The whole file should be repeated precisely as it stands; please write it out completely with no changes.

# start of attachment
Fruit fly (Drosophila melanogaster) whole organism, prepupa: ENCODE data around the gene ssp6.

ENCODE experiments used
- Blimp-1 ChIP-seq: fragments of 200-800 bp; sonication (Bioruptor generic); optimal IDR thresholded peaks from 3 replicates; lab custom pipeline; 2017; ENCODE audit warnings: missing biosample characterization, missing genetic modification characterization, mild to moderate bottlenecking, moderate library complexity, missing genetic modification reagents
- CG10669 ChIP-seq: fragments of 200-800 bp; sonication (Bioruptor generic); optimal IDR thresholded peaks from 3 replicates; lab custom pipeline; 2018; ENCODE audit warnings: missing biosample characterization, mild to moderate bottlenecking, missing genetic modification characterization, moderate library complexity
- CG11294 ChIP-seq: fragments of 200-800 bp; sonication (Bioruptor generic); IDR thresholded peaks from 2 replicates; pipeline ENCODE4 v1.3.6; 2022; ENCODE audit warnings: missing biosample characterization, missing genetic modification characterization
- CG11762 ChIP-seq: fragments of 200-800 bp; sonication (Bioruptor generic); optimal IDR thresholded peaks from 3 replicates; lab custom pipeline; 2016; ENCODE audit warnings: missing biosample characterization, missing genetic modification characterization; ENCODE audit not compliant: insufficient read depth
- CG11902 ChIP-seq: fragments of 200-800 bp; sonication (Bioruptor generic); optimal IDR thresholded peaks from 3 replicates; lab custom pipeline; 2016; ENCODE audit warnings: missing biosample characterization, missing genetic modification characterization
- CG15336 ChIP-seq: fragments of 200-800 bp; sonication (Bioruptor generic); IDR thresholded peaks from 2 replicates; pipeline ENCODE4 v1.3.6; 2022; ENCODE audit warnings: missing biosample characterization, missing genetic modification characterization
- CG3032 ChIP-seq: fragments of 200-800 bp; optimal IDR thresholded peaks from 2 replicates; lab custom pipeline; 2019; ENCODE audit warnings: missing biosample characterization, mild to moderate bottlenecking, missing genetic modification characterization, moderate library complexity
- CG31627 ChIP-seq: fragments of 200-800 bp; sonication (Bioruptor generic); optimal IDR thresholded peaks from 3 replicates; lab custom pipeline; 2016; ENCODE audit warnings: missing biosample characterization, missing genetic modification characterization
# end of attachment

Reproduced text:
Fruit fly (Drosophila melanogaster) whole organism, prepupa: ENCODE data around the gene ssp6.

ENCODE experiments used
- Blimp-1 ChIP-seq: fragments of 200-800 bp; sonication (Bioruptor generic); optimal IDR thresholded peaks from 3 replicates; lab custom pipeline; 2017; ENCODE audit warnings: missing biosample characterization, missing genetic modification characterization, mild to moderate bottlenecking, moderate library complexity, missing genetic modification reagents
- CG10669 ChIP-seq: fragments of 200-800 bp; sonication (Bioruptor generic); optimal IDR thresholded peaks from 3 replicates; lab custom pipeline; 2018; ENCODE audit warnings: missing biosample characterization, mild to moderate bottlenecking, missing genetic modification characterization, moderate library complexity
- CG11294 ChIP-seq: fragments of 200-800 bp; sonication (Bioruptor generic); IDR thresholded peaks from 2 replicates; pipeline ENCODE4 v1.3.6; 2022; ENCODE audit warnings: missing biosample characterization, missing genetic modification characterization
- CG11762 ChIP-seq: fragments of 200-800 bp; sonication (Bioruptor generic); optimal IDR thresholded peaks from 3 replicates; lab custom pipeline; 2016; ENCODE audit warnings: missing biosample characterization, missing genetic modification characterization; ENCODE audit not compliant: insufficient read depth
- CG11902 ChIP-seq: fragments of 200-800 bp; sonication (Bioruptor generic); optimal IDR thresholded peaks from 3 replicates; lab custom pipeline; 2016; ENCODE audit warnings: missing biosample characterization, missing genetic modification characterization
- CG15336 ChIP-seq: fragments of 200-800 bp; sonication (Bioruptor generic); IDR thresholded peaks from 2 replicates; pipeline ENCODE4 v1.3.6; 2022; ENCODE audit warnings: missing biosample characterization, missing genetic modification characterization
- CG3032 ChIP-seq: fragments of 200-800 bp; optimal IDR thresholded peaks from 2 replicates; lab custom pipeline; 2019; ENCODE audit warnings: missing biosample characterization, mild to moderate bottlenecking, missing genetic modification characterization, moderate library complexity
- CG31627 ChIP-seq: fragments of 200-800 bp; sonication (Bioruptor generic); optimal IDR thresholded peaks from 3 replicates; lab custom pipeline; 2016; ENCODE audit warnings: missing biosample characterization, missing genetic modification characterization